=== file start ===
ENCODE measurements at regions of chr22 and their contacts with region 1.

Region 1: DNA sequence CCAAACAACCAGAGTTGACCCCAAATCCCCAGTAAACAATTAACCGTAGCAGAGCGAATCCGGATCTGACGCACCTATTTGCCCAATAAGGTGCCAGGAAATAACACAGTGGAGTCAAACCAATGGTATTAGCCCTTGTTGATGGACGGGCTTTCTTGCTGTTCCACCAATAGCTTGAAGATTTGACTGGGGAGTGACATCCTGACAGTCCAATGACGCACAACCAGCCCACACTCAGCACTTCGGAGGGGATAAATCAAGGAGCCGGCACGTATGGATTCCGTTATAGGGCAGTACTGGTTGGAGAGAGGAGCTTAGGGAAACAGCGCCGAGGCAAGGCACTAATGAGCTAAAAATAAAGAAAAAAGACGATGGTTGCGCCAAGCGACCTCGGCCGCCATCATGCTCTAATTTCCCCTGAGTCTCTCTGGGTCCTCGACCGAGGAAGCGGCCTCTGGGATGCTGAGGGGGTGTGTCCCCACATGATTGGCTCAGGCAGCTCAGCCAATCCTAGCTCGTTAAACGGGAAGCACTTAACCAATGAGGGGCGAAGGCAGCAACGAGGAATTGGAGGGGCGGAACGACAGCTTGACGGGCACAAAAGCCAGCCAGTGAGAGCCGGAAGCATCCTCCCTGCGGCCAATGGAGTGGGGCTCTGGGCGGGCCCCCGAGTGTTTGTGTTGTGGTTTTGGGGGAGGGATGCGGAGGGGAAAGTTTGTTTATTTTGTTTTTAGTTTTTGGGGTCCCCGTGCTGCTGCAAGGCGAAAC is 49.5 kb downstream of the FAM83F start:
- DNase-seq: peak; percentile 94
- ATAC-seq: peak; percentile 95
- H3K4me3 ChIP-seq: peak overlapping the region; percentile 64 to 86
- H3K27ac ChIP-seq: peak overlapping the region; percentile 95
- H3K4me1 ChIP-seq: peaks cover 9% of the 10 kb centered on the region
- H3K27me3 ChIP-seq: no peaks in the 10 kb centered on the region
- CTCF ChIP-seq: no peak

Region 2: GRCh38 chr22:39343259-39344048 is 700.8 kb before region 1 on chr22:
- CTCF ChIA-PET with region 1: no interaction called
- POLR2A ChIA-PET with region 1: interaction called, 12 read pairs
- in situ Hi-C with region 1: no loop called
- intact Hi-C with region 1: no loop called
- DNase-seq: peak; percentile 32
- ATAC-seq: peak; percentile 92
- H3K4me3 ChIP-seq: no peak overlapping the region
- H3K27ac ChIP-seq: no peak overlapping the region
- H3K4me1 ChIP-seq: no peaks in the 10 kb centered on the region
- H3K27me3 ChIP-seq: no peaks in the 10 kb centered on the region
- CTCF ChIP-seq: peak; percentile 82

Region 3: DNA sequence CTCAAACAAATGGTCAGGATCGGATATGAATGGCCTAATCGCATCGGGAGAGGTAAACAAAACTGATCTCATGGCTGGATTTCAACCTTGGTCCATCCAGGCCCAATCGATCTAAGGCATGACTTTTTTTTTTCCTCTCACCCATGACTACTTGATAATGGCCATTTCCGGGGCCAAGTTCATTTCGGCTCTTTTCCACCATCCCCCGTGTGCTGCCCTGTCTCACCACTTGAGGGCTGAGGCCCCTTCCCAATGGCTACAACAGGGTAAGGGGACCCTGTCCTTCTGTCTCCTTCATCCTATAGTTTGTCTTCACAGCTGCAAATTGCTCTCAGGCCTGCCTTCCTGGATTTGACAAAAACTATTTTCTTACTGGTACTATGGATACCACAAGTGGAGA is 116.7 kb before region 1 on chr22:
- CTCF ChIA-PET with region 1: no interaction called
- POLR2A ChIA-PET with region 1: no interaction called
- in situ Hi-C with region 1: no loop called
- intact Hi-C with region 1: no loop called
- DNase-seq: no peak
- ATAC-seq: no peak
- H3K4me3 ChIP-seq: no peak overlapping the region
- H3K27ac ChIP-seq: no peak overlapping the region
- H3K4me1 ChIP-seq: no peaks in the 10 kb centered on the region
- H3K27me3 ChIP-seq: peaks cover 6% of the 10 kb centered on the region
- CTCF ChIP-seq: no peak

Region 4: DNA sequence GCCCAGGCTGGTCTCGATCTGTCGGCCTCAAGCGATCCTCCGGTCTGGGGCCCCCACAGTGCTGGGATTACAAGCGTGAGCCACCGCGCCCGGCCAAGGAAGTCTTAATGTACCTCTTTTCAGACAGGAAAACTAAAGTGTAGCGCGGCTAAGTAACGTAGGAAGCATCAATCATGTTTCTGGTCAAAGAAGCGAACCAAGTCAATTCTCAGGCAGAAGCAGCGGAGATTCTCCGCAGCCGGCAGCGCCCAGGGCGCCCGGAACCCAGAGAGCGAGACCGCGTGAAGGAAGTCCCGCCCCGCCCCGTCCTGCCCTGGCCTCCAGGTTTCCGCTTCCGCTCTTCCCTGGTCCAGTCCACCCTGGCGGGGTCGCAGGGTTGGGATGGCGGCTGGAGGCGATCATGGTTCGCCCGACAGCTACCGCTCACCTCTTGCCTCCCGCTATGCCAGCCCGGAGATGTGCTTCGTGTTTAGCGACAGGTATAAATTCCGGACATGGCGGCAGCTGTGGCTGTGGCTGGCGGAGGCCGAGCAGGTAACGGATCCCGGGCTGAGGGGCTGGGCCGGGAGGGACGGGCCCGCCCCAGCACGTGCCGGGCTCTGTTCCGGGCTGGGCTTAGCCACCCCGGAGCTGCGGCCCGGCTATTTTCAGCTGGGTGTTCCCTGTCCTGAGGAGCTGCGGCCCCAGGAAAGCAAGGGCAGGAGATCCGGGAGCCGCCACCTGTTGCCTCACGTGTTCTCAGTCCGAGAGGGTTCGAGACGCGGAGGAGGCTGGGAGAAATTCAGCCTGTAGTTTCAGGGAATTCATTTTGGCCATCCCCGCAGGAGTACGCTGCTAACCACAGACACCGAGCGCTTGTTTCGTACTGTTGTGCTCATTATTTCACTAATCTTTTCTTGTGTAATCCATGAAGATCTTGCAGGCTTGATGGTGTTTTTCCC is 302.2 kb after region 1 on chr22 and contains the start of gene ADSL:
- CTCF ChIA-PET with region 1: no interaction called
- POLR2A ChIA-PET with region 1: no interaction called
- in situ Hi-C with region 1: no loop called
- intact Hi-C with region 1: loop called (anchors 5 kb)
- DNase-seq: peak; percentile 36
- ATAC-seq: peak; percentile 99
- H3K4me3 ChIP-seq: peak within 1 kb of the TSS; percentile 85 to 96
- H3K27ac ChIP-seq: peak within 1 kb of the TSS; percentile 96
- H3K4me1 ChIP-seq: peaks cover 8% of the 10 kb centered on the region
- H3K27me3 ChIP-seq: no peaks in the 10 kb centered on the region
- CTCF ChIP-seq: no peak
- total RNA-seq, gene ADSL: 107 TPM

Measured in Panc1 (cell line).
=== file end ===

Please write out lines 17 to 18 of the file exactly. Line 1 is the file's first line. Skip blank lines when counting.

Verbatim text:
- H3K4me3 ChIP-seq: no peak overlapping the region
- H3K27ac ChIP-seq: no peak overlapping the region